As Pena explained, “I don’t want it to sound like it was just, from the get-go, ‘you guys are from this small island [so] we won’t listen to you’. It wasn’t really like that. It was more of a [situation where] everyone else has someone who’s from that same country.

“We stepped in and we looked different, we sounded different and we approached things differently, so that came with a few questions and curiosities.”

She also had to deal with some gender-related issues that – again, due to their resilience – were put to rest very quickly.

“In my case, unfortunately, there were Caucasian men making inappropriate comments, but that was shut down really fast.  As [Jon-Mikel] said, the minute they realized that we’re not pushovers, that we’re not the ones to go hide in the corner when someone says something we don’t like, it changed very quickly.”

Ageism was another big mountain Naomy and Jon-Mikel had to climb, due to the fact their counterparts already had ideas of how old leaders in their clubs ‘should be.’

“Jon-Mikel is among the youngest in his club and he’s still a student, so the other Rotaractors were [skeptical], as they would have already started working. But as soon as they realised that he does have working experience and he’s just taking time to study, and he was again, able to show that he’s not a child, it sorted itself out.

“In my case as well, being one of the younger members, they kind of expected that I would be coming in as a dependent, but I do have an administrative role in my job – which has actually helped them in many cases – so that changed very quickly as well.

“They weren’t expecting us to have a certain mindset or a certain level of maturity because of our age,” Naomy said.

Dealing with the Covid-19 pandemic

The spread of Covid-19 crippled almost every country in the world on various levels, with Caribbean countries among the hardest-hit from a social and economic standpoint.

Naomy told us, however, “The pandemic was a different experience for us here than what we’ve read and heard about in the Caribbean.”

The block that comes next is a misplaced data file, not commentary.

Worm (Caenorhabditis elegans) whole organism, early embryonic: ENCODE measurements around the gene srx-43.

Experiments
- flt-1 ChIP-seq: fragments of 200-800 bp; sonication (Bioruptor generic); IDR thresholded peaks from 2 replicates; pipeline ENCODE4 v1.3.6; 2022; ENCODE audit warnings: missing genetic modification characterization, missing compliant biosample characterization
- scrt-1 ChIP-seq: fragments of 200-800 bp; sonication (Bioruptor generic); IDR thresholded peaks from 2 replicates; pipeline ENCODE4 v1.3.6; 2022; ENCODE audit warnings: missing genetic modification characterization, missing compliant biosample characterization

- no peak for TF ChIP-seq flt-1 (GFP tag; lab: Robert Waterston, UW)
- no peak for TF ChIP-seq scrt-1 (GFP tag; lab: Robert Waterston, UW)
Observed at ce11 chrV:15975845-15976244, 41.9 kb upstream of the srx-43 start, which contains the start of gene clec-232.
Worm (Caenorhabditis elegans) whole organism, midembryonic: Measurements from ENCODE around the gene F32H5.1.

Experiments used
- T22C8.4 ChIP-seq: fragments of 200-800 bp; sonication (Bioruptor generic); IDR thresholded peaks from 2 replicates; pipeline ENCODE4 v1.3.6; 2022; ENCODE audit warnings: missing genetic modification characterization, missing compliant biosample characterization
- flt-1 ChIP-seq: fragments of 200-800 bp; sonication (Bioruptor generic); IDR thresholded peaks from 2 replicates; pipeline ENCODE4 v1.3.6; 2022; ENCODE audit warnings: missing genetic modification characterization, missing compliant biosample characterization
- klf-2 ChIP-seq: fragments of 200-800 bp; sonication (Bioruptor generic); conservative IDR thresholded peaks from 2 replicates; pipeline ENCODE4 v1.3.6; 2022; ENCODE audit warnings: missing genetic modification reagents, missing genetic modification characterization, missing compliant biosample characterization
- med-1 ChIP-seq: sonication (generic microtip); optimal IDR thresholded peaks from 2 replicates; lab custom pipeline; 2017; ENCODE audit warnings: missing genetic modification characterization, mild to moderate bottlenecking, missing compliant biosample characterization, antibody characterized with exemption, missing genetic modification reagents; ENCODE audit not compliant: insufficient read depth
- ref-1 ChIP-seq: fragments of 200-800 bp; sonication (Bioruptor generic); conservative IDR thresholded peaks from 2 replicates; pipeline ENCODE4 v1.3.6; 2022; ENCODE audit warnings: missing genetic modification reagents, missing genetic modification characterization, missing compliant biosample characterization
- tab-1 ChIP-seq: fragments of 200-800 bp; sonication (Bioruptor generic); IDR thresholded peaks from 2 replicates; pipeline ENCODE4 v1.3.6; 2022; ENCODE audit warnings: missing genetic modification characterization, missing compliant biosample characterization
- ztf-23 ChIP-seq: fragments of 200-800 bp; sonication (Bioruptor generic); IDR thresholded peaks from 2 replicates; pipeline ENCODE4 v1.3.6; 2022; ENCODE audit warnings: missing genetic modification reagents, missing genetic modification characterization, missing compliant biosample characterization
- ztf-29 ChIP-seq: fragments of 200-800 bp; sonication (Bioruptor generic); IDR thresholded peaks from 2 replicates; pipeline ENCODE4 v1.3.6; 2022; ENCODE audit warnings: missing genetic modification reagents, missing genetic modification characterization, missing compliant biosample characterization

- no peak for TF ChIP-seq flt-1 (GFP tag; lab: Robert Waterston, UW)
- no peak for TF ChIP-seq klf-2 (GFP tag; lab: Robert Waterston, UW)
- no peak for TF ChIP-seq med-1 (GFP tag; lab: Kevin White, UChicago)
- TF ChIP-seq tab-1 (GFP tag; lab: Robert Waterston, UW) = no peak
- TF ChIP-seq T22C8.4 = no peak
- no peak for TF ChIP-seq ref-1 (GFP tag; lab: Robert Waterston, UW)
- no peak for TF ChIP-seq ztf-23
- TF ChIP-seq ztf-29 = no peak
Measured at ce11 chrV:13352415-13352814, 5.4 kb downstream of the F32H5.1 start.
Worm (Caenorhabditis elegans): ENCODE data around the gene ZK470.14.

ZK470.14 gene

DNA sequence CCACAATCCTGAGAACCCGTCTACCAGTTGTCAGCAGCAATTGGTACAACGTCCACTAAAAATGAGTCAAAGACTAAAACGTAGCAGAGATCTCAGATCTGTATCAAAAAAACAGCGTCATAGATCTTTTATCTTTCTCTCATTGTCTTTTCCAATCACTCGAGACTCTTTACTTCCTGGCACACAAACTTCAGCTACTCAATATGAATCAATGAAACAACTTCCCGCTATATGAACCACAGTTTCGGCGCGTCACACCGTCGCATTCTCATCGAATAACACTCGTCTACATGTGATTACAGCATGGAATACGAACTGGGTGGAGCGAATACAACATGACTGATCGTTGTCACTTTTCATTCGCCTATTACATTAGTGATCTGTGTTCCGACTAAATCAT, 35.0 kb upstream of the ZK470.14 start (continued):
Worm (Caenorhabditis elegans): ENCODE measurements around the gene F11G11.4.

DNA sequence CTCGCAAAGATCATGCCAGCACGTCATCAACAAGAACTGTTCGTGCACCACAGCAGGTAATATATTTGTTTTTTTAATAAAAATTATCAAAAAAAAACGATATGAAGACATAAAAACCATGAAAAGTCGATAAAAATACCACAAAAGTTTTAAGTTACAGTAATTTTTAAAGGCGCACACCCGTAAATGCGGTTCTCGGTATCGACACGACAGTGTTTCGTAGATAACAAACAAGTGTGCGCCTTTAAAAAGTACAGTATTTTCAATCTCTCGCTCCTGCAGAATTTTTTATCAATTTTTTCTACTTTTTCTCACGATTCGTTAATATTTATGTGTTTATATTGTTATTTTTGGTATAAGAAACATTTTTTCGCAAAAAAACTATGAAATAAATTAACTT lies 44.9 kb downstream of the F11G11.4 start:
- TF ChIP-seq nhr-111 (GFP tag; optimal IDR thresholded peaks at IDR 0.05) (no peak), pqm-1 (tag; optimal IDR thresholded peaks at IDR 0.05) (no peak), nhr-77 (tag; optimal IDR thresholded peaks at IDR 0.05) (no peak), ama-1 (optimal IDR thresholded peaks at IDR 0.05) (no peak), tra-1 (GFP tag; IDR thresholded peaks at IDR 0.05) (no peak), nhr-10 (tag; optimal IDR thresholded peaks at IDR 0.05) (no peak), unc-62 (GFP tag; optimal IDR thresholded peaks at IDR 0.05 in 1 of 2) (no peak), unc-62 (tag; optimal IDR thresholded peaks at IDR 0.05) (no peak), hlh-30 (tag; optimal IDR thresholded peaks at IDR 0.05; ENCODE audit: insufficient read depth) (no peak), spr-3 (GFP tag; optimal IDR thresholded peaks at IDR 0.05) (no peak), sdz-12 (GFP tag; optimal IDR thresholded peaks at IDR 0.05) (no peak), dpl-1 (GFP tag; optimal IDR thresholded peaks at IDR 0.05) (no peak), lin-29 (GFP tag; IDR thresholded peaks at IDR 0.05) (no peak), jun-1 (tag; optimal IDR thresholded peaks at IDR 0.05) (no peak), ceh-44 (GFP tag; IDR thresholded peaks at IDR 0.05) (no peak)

Both herself and Jon-Mikel were in the Philippines when the outbreak started and getting back into China, she said, was a logistical hassle.

Once they got back in, she explained that there was a “slight bit of xenophobia” toward foreigners, with some parts of the media perpetuating the idea that foreigners brought [Covid] into the country. Some businesses even tried to unlawfully scrutinise foreigners, but she said the government was swift in stamping that out.

“There was an entire hotline to report anyone who behaved in a less-than-professional manner, because you were a foreigner.”

Besides that, she said the most challenging part of the entire pandemic has been not being able to travel outside of China.

Lessons learnt in China

Along with enriching their personal life experiences, both Naomy and Jon-Mikel have learnt valuable professional lessons that they believe could serve to improve their home country.

For Jon-Mikel, who is studying economics and trade, he sees admirable traits among the Chinese that would help to improve Antigua and Barbuda’s socio-economic state, if replicated here. 

“One thing I’ve learned from the Chinese in terms of economics, is they invest in themselves. They allocate resources among their own people, they keep the country well-maintained and they keep all of their people busy.

“You see where every single tax dollar goes and unemployment is really low. If somebody is without a job, that is his or her choice.”

For Naomy, who is an educator, the pandemic showed her that there is still so much work to do within that sector here in Antigua and Barbuda.

“Sometimes in my line of work, advanced education, I do have moments where I feel a bit guilty that I’m offering this type of quality education to students who are not from my background. Because I see the outcomes, I see when they get into these top-50, top-20 universities and they have all these opportunities.

“During the pandemic, I realised exactly how much it was needed, because while we went smoothly into online learning – we had Zoom and everything [prepared] curriculum-wise – I was speaking to friends who are educators back home and they were struggling.”

She explained further, that in trying to offer some of these online resources to her colleague educators, it all seemed like foreign material to them, which was disheartening. “The gap cannot be that big,” she said to herself then, adding that, “It was a real eye-opener and a rude awakening.”

“I remember suggesting schooling over the radio, schooling based on year group by the hour on television, and these are things that could fit the infrastructure that is already in place.”

“Trust me, I am so proud of having a Caribbean education, but there’s so much more that could be done to bridge that gap and to give the students the necessary skills, beyond textbook knowledge.”

Naomy also disclosed that she has made efforts to enter the education system here in Antigua with the hope of sharing her expertise, but for whatever reason, the opportunities were just not available to her.

How they are faring now

Jon-Mikel is currently in the last year of his Bachelor’s degree in Economics and Trade at Tongji University, after starting in the engineering field, but having a “change of heart.” He is scheduled to graduate next June.

Naomy, meanwhile, graduated from the China University of Geosciences (Wuhan) in 2014, with a degree in Environmental Engineering. She is currently the Head of Geography and whole-school Service Learning Coordinator at a private bilingual school.